Tarantino, normally gregarious, said he's found himself in a depressed, melancholy state now that he's finished the movie and is starting to allow himself time to reflect on the world he has re-created.
"I'm actually starting to feel the pain of what I've marinated myself in for the last nine months," Tarantino said. "There are stains [from this movie], and I'm starting to let myself feel them now."
A tight post-production schedule only added to the stress. Harvey Weinstein, co-chairman of the Weinstein Co., feared Tarantino wouldn't be able to make his Christmas release date; the director finished his sound mix in early December, barely a day before its first screening for award voters.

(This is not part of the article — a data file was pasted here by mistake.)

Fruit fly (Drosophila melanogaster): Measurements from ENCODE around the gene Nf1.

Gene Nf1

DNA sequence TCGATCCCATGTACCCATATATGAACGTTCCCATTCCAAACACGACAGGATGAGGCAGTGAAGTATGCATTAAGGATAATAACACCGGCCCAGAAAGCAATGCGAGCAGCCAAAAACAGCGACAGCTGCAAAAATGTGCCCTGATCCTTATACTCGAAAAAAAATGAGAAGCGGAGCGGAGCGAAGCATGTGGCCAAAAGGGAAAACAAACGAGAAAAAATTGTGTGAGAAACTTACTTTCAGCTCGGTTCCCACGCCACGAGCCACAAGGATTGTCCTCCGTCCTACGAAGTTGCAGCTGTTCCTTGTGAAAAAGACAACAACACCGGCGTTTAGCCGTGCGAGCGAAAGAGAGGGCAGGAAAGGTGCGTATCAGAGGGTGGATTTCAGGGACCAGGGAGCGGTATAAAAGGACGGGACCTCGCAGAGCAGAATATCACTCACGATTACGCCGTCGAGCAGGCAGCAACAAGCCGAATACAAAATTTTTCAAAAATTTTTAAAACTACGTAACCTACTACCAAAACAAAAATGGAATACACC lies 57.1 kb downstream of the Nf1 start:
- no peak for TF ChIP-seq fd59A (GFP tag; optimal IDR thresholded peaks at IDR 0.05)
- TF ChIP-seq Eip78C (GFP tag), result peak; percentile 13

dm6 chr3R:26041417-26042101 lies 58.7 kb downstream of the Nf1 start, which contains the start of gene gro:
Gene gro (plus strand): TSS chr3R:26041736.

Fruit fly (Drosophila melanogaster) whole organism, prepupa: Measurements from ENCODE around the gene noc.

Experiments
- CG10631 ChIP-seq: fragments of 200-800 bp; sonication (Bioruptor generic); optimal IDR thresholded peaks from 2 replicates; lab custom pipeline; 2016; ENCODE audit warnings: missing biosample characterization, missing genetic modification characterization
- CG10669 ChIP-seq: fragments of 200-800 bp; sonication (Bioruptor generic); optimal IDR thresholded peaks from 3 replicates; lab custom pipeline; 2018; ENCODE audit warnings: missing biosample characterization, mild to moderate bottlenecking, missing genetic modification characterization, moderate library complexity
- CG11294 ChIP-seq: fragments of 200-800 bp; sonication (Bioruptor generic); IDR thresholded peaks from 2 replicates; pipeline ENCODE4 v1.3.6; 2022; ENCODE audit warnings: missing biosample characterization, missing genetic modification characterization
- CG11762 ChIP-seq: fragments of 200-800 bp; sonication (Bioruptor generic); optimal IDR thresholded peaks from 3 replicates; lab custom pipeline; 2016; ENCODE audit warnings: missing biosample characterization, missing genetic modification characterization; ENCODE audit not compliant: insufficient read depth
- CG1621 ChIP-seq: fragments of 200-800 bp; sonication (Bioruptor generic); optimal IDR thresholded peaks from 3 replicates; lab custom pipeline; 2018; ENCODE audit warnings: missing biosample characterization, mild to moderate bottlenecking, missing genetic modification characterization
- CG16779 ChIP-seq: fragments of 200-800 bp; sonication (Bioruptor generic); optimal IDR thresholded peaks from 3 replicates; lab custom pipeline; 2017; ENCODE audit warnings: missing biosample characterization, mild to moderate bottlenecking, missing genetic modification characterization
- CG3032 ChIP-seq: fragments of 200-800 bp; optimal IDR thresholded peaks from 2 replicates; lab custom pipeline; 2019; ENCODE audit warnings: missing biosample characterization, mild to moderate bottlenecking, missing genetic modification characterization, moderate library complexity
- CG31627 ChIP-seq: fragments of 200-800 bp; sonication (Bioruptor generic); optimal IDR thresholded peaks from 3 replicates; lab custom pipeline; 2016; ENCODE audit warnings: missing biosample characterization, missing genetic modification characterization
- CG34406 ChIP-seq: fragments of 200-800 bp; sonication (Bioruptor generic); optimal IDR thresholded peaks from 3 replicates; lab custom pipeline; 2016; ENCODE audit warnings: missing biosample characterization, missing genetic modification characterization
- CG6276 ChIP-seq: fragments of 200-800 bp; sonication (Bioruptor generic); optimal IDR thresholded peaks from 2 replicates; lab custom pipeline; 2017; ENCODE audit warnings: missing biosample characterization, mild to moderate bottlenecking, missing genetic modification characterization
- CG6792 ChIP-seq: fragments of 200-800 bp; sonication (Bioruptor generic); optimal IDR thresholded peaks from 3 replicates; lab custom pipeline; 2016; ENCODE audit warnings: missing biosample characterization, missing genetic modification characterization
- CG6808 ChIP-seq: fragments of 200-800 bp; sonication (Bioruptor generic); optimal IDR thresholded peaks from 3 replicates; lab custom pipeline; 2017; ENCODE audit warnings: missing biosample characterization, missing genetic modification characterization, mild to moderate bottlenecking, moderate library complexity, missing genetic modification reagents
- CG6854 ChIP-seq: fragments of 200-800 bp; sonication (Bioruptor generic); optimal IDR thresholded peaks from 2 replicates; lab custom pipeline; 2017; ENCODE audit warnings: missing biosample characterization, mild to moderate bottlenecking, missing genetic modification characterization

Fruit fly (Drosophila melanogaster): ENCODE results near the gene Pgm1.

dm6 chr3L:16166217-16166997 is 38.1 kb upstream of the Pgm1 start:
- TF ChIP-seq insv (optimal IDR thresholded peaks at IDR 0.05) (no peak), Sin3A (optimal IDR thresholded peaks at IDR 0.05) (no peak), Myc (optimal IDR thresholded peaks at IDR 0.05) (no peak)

"We really set an unrealistic goal," Weinstein admitted. "Three or four weeks ago I was nervous we wouldn't make the date. Quentin went in there and got it done through the sheer force of his personality."
The studio considered delaying the release of "Django" until March, but Weinstein said market research indicated audiences were excited about the planned Christmas release. "Our marketing department kept begging us, 'Make the date! Make the date!'" he said.
Tarantino said he and Weinstein decided to stick with Dec. 25 out of a belief that "Django" could garner Academy Award nominations.
"We had our talk. Is this an academy movie? Do we think we can go all the way with this?" said Tarantino, who won an Oscar in 1995 for best screenplay for "Pulp Fiction" and has twice been nominated for directing. "We decided it was. We decided to roll the dice."